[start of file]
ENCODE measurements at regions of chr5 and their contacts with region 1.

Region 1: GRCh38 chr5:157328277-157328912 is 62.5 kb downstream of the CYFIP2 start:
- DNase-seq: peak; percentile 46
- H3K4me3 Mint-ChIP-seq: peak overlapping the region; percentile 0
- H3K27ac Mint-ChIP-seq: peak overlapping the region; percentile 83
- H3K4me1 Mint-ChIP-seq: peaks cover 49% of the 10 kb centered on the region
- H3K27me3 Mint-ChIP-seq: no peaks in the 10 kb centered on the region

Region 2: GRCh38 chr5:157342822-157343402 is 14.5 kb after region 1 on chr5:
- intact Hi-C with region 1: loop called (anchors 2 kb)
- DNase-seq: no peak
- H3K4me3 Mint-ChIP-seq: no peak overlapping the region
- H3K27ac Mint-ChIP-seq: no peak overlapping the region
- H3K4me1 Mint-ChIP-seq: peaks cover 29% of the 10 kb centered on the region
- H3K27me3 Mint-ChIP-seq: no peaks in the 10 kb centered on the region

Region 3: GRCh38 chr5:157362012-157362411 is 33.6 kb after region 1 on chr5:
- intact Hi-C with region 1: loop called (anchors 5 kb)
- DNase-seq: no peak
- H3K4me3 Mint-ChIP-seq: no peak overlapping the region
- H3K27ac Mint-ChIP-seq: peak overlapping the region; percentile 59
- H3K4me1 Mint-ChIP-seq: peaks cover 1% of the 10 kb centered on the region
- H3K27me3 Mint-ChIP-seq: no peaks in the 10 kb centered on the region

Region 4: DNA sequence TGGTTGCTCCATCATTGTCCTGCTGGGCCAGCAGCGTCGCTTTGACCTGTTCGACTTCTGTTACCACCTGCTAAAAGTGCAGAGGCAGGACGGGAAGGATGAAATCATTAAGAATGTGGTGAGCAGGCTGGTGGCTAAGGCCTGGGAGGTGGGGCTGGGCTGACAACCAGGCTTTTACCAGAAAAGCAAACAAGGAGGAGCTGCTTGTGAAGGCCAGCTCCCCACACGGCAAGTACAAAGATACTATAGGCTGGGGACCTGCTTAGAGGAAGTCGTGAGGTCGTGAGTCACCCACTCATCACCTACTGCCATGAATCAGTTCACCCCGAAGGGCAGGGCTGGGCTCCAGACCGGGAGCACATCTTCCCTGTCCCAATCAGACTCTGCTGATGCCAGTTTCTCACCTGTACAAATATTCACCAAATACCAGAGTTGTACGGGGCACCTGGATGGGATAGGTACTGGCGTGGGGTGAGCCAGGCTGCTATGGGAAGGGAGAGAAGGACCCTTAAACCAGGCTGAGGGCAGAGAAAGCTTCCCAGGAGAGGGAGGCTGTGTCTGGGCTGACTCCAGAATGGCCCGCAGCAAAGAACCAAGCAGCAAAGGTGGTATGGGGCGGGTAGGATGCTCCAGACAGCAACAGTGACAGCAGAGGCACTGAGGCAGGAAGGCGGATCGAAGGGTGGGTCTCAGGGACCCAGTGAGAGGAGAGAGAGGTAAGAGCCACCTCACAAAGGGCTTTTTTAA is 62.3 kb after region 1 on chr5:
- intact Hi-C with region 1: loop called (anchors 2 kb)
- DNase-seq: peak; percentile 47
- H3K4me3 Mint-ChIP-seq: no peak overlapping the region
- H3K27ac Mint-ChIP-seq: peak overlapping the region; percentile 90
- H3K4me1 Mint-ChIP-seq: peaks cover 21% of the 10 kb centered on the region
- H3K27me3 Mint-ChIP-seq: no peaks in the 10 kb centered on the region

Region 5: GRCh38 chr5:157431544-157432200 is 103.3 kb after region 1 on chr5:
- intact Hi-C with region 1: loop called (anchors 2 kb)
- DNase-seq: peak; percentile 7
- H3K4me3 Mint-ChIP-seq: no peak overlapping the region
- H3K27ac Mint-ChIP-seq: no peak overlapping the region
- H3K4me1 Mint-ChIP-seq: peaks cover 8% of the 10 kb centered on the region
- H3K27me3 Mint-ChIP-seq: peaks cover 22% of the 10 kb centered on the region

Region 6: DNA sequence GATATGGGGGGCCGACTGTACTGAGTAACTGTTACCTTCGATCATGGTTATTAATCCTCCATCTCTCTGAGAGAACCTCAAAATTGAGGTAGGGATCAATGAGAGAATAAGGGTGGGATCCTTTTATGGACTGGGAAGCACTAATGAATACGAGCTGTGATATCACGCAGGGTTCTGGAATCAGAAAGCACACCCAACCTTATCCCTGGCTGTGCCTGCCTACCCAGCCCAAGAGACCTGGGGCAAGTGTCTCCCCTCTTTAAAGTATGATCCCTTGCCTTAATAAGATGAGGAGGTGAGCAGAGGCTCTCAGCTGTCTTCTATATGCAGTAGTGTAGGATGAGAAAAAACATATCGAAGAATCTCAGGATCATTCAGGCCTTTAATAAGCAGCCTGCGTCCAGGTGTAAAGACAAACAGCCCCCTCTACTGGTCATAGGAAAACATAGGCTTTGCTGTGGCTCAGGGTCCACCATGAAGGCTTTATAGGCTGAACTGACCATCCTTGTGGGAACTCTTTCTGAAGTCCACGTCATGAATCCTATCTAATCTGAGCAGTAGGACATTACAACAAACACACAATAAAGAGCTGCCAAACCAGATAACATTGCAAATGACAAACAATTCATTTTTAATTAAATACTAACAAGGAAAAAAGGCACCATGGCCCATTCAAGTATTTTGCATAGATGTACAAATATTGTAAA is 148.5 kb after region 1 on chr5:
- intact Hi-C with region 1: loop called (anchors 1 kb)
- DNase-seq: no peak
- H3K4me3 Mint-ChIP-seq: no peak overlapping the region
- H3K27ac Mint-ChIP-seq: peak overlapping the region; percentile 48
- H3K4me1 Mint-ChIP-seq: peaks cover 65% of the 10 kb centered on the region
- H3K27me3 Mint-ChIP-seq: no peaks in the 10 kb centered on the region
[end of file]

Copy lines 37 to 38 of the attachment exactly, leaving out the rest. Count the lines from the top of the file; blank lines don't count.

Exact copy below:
- intact Hi-C with region 1: loop called (anchors 1 kb)
- DNase-seq: no peak